Home' Australian Pharmacist : Australian Pharmacist March 2013 Contents 28 Australian Pharmacist March 2013 I ©Pharmaceutical Society of Australia Ltd.
EARLY CAREER PHARMACIST FOCUS
Pharmacist safety in the
By Lisa Kouladjian
Lisa Kouladjian is a community
pharmacist and PSA NSW Branch
Recently an unfortunate event occurred at one of the pharmacies where I work
and it prompted me to put pen to paper.
The incident involved a robbery just before
closing time where a quantity of prescription
drugs was stolen and a pharmacist was
threatened. This incident did not happen
to me; however the early career pharmacist
involved was very distraught and shaken.
Being a close colleague, the incident
made me think: 'How could this have been
avoided?' At the back of my mind I knew
these things happen to the best of us.
Pharmacists cannot afford to be complacent.
Some pharmacists have luckily never
experienced robbery, armed hold-ups or
even security threats and fall into the trap of
thinking, 'that will never happen to me'.
Unfortunately, in the criminal world, the
vulnerabilities of pharmacists are exploited
-- sometimes without the pharmacist being
even slight aware of it.
Some pharmacists, particularly early career
pharmacists, may have to do work shifts
with odd hours and in unusual workplaces.
These may include working till late at night,
very early in the morning, working alone, or
in a big pharmacy with staff spread out in the
pharmacy, or even extended trading hours
for summer months. All these factors and
more are taken advantage of by thieves.
On the brighter note, there are many
resources and organisations that pharmacists
can refer to for ensuring risks in working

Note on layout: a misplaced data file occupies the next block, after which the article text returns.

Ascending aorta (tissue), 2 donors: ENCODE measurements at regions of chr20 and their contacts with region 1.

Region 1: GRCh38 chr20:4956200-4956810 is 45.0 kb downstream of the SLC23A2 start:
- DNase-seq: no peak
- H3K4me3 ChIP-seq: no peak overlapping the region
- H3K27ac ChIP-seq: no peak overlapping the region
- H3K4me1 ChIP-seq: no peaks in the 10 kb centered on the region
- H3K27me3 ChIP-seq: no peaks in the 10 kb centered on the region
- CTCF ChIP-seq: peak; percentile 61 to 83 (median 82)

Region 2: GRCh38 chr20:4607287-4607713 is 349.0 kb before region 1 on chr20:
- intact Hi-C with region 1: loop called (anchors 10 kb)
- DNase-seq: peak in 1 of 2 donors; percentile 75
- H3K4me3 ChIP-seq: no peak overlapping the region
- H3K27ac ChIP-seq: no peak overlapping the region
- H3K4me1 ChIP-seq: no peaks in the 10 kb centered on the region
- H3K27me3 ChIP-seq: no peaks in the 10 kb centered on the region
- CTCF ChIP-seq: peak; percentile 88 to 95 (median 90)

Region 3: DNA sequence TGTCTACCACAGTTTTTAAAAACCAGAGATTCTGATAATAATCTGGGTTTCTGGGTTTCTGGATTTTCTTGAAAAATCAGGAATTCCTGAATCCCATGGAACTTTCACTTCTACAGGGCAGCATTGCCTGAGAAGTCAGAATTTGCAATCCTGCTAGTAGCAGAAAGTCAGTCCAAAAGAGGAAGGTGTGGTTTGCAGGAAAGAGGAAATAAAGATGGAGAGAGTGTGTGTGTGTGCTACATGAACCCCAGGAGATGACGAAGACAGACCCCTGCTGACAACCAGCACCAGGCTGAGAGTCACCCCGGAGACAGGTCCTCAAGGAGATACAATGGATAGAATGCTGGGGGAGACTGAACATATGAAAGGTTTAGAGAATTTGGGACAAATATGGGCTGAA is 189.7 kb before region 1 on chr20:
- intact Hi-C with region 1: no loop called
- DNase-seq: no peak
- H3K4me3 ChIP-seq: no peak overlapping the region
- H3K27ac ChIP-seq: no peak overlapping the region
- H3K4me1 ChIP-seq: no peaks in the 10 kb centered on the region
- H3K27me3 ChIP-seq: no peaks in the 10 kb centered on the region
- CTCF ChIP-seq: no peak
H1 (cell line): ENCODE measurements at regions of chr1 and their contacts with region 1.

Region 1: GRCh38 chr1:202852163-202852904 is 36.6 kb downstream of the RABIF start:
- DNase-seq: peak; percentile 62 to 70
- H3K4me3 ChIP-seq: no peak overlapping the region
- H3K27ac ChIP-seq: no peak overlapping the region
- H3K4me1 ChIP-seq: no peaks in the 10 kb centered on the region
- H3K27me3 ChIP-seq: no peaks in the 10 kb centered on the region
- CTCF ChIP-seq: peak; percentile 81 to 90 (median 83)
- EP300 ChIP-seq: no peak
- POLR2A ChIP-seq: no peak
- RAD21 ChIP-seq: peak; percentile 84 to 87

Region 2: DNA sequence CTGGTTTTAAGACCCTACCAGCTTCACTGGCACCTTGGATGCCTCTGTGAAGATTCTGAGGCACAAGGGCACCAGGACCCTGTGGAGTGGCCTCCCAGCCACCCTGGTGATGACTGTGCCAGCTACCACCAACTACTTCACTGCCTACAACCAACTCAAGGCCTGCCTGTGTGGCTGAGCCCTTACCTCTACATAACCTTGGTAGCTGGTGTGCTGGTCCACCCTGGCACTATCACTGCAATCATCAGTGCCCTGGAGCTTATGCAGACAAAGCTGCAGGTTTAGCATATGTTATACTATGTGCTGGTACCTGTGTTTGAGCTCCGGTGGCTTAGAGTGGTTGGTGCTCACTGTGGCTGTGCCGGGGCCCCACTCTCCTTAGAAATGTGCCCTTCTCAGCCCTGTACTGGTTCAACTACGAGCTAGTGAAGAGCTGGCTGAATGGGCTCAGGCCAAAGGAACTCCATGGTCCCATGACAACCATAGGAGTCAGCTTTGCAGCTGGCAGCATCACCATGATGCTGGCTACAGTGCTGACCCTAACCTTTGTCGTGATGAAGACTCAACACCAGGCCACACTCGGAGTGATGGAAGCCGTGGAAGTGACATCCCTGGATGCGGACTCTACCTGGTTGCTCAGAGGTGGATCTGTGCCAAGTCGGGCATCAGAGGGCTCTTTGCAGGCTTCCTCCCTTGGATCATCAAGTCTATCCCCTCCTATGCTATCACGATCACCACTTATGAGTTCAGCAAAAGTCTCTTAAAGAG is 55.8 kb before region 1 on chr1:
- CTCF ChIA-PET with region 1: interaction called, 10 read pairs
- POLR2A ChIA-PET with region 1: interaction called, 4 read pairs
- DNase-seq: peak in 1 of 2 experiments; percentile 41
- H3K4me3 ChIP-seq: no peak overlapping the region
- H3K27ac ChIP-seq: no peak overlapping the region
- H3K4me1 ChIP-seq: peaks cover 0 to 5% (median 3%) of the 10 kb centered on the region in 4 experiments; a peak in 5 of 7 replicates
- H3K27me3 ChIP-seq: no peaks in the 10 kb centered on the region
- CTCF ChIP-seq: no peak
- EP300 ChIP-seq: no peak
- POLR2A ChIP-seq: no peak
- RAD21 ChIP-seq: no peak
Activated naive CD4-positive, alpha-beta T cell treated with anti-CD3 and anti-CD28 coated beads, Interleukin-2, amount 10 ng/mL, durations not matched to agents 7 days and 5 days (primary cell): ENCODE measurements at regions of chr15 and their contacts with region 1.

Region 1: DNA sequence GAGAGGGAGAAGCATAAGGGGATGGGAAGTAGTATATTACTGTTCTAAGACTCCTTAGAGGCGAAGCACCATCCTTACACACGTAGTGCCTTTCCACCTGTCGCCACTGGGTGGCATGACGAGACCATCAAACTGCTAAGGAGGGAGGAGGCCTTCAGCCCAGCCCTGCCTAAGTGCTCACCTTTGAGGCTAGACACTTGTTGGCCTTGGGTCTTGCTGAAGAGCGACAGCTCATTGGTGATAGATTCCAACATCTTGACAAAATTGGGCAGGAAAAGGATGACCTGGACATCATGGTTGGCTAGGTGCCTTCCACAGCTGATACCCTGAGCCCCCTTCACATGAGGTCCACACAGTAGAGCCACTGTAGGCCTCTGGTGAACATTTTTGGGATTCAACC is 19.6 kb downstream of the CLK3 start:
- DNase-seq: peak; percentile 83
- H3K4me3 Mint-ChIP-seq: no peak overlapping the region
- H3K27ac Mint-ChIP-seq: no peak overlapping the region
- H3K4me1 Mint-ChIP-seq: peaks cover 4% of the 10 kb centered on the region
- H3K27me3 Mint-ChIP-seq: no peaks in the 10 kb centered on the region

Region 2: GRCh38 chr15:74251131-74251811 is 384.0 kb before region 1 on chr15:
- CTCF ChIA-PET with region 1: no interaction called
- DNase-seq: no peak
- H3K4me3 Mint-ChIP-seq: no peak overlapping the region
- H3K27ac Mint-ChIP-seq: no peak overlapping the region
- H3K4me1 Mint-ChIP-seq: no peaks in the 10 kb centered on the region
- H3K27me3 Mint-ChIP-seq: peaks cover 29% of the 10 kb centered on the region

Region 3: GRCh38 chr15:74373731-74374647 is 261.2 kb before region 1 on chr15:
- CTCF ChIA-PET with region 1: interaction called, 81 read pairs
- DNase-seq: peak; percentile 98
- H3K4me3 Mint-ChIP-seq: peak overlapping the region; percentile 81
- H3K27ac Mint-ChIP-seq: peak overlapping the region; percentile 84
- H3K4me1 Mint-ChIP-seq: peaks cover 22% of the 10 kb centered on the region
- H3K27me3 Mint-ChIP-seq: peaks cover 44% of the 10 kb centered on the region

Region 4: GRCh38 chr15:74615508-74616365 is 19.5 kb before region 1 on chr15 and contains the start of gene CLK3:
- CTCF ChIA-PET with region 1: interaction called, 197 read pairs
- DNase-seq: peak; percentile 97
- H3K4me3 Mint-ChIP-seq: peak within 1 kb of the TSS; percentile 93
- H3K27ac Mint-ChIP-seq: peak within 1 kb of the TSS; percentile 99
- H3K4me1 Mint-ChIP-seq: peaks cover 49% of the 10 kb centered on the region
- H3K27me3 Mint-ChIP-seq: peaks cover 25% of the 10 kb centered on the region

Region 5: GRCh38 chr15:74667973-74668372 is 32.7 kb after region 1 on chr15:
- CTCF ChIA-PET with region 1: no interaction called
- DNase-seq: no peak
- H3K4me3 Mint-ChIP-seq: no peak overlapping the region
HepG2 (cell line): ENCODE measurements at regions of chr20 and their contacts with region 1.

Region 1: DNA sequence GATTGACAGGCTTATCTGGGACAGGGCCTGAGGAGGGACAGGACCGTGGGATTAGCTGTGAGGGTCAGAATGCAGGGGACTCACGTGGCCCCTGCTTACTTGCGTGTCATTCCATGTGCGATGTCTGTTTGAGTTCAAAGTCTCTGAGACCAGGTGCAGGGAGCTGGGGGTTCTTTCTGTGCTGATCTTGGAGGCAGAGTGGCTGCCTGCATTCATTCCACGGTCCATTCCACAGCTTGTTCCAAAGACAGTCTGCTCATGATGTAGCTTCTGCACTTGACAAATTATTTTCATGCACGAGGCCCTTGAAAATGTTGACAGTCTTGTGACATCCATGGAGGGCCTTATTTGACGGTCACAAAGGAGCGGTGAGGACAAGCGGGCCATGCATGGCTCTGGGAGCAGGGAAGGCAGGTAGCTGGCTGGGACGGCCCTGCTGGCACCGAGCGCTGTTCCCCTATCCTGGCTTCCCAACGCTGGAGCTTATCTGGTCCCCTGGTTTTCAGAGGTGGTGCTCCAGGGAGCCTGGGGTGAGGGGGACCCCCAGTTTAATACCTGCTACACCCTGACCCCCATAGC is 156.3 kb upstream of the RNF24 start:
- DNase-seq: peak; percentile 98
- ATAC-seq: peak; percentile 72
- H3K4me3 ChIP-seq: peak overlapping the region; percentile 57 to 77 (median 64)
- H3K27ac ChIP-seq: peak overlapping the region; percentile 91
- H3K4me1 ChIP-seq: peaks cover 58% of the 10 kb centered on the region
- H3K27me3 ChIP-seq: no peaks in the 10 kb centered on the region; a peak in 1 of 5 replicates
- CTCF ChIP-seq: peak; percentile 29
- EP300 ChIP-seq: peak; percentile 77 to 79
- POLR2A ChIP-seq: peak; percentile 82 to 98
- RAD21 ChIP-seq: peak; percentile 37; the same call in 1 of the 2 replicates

environments are minimised. Some of these
resources are available from Guild Insurance,
Pharmaceutical Defence Limited and the
Pharmacists' Support Service (see page 32).
Guild Insurance has many resources
available for all pharmacists and pharmacies
to help with proactive risk management.
The Riskequip website can be used to identify
key areas of risk where solutions can be
offered. The website even contains Security
and Safety Risks Self Q & As designed to
identify how well you are managing these
risks. All the resources can be easily accessed
from the Riskequip website: www.riskequip.
Leanne Toby, Professional Risk and
Development Manager at Guild Insurance,
emphasises that the pharmacist must be
seen as the leader with the responsibility
to directing the culture and standards
of practice within the workplace. 'In an
environment with increased risk retail
staff follow your lead and this can make a
The director of Pharmaceutical Defence
Limited in NSW, Albert Regoli says; 'Issues
such as this highlight the need for the focus
in the pharmacy workplace to be on safety
procedures. All safety processes should be
updated and revised regularly, especially
with new staff. Pharmacies accredited with
the Quality Care Pharmacy Program contain
valuable guidelines on safety standards and it
is wise to refer to these. All pharmacies must
understand the importance of refreshing
safety procedures with their staff, continually
updating these for maximum protection and
to minimise risk.'
The Pharmacist Support Service (PSS) is a free
service run by pharmacists for pharmacists.
The service, which provides support over
the phone (1300 244 910 between 8.00
am and 11.00 pm every day of the year), is
designed to help with work-related stress,
trauma from a hold-up, professional and
personal concerns. In addition to being
a listening ear, the volunteer counsellors
provide information, support and referrals
to appropriate services at times of need.
More information can be found at: www.psa.
Kay Dunkley, PSS program coordinator,
recommends that every pharmacist add the
PSS phone number -- 1300 244 910 -- to their
phone, 'as you never know when you may
need to call'.
When we practice pharmacy, we focus
on providing great pharmacy services.
We should not take workplace security for
granted and should always be aware so as
to not put ourselves or staff members at
security risks. With these tools and services,
we can develop good habits to minimise
distressing situations, and know there is
someone there to hear us if it does.
Some risk management tips
• Reduce stock ordering of high risk
medications e.g. pseudoephedrine
products, schedule 8 medicines,
• Unpack and put away orders quickly --
out of sight, out of mind
• Ensure 'drugs safe' keys are not visible
More information is available from Risk
Alert Fact Sheets from the Guild Insurance
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